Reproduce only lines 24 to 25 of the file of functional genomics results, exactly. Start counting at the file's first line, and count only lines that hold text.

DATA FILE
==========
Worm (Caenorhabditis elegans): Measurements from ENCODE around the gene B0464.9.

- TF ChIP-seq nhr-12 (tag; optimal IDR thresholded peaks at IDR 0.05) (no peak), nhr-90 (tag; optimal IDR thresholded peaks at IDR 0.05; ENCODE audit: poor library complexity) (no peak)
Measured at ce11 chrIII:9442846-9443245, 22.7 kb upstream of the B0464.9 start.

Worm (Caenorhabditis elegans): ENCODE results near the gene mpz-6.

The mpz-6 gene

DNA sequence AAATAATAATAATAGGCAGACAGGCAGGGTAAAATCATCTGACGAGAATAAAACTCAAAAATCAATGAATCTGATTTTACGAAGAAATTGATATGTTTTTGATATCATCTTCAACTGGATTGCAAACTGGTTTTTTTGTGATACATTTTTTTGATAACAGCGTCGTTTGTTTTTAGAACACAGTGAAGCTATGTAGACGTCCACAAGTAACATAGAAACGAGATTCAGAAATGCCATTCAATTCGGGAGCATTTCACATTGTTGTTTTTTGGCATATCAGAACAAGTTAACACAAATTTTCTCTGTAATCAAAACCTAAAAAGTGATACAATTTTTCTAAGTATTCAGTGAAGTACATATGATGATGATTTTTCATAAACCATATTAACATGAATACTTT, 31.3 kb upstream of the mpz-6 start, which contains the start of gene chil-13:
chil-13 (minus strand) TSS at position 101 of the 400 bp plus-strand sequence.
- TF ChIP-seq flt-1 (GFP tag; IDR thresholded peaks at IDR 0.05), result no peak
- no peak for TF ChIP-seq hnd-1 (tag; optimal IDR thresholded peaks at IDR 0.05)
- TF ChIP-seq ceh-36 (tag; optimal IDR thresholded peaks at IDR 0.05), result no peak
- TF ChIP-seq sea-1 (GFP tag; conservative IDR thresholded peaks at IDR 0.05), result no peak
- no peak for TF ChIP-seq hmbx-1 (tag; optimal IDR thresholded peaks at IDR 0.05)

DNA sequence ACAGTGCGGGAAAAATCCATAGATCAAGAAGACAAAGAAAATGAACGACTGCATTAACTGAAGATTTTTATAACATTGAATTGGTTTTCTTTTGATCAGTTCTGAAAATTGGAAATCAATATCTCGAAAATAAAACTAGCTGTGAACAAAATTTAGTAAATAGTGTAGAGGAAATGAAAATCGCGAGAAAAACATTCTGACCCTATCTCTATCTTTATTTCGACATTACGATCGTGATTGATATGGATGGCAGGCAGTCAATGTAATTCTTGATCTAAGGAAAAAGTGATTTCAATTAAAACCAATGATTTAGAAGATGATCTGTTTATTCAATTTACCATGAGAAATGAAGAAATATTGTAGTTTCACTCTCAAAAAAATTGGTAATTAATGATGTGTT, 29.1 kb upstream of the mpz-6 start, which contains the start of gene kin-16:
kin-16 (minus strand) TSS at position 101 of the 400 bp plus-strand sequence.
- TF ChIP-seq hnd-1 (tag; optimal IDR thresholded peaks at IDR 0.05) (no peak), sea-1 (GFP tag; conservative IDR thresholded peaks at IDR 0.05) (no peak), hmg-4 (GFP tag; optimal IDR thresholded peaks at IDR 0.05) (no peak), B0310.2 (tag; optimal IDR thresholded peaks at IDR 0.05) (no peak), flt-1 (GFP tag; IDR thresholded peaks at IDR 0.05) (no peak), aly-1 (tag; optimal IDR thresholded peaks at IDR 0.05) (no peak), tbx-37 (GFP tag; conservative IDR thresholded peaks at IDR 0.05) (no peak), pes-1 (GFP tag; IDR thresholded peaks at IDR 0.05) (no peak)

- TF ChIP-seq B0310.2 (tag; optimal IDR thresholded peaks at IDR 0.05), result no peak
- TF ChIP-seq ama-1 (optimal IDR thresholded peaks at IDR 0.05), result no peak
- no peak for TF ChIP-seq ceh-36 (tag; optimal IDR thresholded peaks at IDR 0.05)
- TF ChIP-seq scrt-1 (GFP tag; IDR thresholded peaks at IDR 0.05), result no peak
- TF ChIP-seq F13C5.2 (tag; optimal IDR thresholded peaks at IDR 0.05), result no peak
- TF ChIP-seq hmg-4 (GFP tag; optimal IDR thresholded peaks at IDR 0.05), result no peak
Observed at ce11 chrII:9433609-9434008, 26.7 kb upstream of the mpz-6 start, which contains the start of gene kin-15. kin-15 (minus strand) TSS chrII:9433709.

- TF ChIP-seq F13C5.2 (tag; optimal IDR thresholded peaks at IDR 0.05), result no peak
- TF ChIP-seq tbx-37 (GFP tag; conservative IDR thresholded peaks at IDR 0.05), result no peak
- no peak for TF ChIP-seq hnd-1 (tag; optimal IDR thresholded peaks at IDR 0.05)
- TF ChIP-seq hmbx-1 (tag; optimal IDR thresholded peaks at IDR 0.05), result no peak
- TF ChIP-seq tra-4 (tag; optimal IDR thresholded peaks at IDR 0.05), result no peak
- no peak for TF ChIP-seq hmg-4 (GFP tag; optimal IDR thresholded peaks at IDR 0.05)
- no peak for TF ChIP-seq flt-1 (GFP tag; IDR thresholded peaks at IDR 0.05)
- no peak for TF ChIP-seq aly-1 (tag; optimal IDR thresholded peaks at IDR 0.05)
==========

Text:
- TF ChIP-seq tbx-37 (GFP tag; conservative IDR thresholded peaks at IDR 0.05), result no peak
- no peak for TF ChIP-seq hnd-1 (tag; optimal IDR thresholded peaks at IDR 0.05)